Some of our native creatures are dangerous to humans, and a bite or other defensive or aggressive behaviour may cause injury and require prompt treatment.
Snake bite: seek immediate medical help by calling 000. Not all Australian snakes are venomous but you should follow the basic first aid techniques, just in case. Don’t wash the skin, as traces of venom left behind might be needed by medical personnel to identify the snake. Use a pressure immobilisation bandage and splint the limb. If the person was bitten on the torso, make sure your bandaging doesn’t restrict their breathing.
See Healthdirect's Snake bites page for more detailed information about treating snake bites.
Funnel-web spider bite: firmly bandage the affected area. Splint if possible. Make sure the person lies still, because not moving will help to slow the venom moving through the body. Seek immediate medical help by calling 000.
Red-back and white-tailed spider: wash the bitten area thoroughly. Do not bandage because pressure will increase pain. Apply an icepack. Seek immediate medical help by calling 000.
- Never cut a bite, try to “suck out” poison or tourniquet a limb.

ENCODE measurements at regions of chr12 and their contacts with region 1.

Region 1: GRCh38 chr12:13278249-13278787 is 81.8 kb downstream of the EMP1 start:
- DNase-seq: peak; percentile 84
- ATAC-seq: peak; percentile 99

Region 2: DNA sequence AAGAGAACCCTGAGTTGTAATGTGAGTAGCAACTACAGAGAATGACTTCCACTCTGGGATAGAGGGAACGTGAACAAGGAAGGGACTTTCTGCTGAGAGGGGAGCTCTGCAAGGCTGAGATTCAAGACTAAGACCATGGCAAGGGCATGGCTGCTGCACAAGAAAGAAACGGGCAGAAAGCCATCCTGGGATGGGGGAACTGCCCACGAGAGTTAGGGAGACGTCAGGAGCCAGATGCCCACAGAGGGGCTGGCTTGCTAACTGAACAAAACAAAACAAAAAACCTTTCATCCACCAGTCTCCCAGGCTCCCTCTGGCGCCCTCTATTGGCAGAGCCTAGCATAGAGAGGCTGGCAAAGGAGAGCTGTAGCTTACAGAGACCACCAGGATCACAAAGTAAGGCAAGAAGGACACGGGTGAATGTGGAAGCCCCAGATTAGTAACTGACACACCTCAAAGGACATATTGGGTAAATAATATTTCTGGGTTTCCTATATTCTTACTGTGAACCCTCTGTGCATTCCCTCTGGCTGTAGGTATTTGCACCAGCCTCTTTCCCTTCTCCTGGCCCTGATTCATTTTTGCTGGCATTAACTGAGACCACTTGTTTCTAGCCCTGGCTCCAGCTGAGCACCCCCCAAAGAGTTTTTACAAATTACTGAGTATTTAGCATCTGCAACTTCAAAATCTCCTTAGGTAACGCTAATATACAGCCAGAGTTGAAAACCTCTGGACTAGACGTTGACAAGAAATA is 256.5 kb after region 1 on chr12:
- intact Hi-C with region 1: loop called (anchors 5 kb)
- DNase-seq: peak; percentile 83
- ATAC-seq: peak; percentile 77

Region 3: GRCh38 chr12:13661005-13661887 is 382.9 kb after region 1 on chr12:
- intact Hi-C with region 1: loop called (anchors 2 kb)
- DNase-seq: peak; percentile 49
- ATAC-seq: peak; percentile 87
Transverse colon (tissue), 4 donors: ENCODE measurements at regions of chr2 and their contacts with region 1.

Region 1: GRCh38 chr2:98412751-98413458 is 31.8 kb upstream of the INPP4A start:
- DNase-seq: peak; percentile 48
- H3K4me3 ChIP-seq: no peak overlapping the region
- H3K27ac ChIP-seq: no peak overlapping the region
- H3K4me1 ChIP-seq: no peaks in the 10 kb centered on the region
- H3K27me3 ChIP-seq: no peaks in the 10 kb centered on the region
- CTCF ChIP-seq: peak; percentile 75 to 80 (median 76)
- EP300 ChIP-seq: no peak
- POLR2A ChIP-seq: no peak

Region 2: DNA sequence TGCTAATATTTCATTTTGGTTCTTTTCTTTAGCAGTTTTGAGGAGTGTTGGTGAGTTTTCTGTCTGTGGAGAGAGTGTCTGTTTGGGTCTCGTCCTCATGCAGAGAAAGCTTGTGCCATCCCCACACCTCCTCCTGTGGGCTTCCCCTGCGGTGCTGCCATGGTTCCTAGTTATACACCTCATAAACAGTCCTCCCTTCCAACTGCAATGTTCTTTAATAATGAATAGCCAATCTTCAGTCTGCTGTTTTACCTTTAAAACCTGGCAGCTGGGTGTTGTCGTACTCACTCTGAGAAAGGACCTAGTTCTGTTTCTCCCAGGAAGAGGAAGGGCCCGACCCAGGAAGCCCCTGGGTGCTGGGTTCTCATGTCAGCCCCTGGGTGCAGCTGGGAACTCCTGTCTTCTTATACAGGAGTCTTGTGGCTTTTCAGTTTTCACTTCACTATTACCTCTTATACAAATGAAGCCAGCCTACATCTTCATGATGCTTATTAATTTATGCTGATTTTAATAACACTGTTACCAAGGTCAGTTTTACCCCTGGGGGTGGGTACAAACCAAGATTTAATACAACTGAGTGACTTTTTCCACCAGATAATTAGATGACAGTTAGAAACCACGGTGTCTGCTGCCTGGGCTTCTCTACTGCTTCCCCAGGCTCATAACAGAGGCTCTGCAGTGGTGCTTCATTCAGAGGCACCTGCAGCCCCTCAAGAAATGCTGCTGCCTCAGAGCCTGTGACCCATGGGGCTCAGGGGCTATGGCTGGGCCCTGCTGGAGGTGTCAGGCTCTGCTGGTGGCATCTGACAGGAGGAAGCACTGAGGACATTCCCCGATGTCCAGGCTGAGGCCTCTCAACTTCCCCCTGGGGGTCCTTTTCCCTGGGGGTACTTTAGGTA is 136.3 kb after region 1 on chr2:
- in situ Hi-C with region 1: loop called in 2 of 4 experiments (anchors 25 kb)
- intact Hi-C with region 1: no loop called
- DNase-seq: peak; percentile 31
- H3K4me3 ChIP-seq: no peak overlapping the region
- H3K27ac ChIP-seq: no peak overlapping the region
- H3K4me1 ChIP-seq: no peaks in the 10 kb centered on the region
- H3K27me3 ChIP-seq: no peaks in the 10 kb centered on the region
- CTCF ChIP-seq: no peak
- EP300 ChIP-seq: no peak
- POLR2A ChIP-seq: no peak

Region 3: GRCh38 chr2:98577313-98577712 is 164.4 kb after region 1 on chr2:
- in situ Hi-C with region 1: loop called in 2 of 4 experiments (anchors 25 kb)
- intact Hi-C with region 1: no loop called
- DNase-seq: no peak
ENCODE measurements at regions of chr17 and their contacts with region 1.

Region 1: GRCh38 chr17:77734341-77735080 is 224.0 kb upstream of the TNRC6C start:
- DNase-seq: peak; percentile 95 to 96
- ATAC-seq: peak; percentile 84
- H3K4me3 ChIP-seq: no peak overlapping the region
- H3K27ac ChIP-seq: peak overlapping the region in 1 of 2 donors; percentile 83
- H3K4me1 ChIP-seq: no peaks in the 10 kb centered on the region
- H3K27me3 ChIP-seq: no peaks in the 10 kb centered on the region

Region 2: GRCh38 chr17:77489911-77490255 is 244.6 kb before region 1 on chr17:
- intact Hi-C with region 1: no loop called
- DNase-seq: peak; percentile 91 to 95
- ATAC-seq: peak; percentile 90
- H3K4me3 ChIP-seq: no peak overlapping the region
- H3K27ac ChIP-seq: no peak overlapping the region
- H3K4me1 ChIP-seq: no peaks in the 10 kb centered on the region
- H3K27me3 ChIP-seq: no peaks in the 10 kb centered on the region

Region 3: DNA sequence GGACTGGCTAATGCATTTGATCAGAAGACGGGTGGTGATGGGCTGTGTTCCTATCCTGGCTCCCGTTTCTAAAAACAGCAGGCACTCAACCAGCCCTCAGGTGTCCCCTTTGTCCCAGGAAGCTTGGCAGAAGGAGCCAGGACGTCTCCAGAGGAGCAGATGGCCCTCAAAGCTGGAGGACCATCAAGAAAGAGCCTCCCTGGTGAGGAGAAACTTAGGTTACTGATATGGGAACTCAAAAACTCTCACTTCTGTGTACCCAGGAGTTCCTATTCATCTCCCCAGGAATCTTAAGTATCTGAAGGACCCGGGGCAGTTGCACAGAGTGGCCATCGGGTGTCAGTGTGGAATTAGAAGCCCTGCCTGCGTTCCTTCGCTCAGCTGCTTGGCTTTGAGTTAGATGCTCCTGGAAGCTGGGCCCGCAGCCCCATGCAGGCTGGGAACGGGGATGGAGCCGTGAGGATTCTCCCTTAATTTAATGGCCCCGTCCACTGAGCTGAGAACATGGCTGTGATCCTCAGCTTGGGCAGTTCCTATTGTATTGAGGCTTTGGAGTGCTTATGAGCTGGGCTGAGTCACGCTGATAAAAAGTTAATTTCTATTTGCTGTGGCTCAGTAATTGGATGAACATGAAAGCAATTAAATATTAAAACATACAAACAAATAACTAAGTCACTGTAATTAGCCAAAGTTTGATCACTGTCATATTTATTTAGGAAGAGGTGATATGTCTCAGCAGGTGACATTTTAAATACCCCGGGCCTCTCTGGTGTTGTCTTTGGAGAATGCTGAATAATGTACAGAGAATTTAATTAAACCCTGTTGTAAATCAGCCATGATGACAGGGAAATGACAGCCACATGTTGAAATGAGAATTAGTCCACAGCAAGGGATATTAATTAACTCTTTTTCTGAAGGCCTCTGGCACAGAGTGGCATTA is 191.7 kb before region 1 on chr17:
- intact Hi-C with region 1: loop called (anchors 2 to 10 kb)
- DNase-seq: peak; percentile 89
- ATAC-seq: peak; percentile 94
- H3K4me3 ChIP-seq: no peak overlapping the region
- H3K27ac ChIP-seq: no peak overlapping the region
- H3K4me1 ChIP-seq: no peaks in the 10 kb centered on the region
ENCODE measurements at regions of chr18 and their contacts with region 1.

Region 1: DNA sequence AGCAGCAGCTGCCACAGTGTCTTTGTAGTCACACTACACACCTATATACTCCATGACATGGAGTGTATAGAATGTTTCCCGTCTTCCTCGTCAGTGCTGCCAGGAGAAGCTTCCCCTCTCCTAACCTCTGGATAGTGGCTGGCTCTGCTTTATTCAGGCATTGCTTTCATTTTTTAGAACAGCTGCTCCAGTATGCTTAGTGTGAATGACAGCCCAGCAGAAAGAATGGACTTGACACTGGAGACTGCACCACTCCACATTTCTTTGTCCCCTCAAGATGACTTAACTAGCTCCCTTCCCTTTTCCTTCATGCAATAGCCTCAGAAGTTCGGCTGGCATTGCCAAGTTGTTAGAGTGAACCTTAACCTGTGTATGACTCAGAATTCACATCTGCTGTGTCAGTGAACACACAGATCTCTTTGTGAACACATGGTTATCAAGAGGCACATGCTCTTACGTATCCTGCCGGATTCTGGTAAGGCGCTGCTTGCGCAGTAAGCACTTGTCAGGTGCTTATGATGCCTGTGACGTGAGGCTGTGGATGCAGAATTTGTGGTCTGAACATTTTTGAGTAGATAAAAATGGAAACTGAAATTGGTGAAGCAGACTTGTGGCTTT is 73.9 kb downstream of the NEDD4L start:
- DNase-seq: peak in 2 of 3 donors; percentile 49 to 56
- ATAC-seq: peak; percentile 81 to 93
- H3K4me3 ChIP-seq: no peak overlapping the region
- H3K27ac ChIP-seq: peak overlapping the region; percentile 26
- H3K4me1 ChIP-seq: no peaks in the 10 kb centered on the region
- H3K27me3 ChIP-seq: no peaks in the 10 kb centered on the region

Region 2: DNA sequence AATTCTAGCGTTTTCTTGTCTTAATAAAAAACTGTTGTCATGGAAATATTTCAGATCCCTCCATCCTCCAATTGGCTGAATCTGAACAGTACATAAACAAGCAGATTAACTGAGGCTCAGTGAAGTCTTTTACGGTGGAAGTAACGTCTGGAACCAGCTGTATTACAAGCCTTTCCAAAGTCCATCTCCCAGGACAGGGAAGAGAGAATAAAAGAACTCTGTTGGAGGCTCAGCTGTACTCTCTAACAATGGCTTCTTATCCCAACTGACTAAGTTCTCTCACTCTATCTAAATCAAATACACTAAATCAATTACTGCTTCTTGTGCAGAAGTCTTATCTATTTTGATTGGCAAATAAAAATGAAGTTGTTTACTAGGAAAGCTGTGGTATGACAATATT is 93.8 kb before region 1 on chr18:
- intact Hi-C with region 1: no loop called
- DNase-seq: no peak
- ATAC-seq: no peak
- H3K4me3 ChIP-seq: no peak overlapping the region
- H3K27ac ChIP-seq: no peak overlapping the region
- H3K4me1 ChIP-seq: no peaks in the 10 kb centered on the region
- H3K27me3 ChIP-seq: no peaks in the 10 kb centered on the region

- Don’t give the person anything to eat or drink.
- Try to keep the person calm and still.
- Seek immediate medical help by calling 000.
See the Better Health Channel's bites and stings page for more first aid information.
Image source: Roger Brown on Flickr.
Sadly, part of the price of wild animals living so close to humans, is the incidence of injured wildlife, particularly on or near our roads. If you see an animal injured or in distress, please keep yourself safe if approaching them, particularly on or near a road. Be aware that larger animals such as kangaroos can still hurt you by lashing out in fear even if seriously injured. Call a wildlife rescue agency for advice on how to best assist the animal and follow their instructions.
- In the ACT call ACT Wildlife on 0432 300 033 for a 24 hour hotline.
- Outside of the ACT call WIRES on 1300 094 737 for a 24 hour wildlife rescue.
For more information
Want to learn more about Australia's diverse wildlife? Click on the topics of interest below.
- ACT Government's Environment, Planning and Sustainable Development Directorate
- Australian Museum
For information on injured wildlife and more information on native animals:
- ACT Wildlife
- WIRES (Wildlife Information Rescue and Education Service)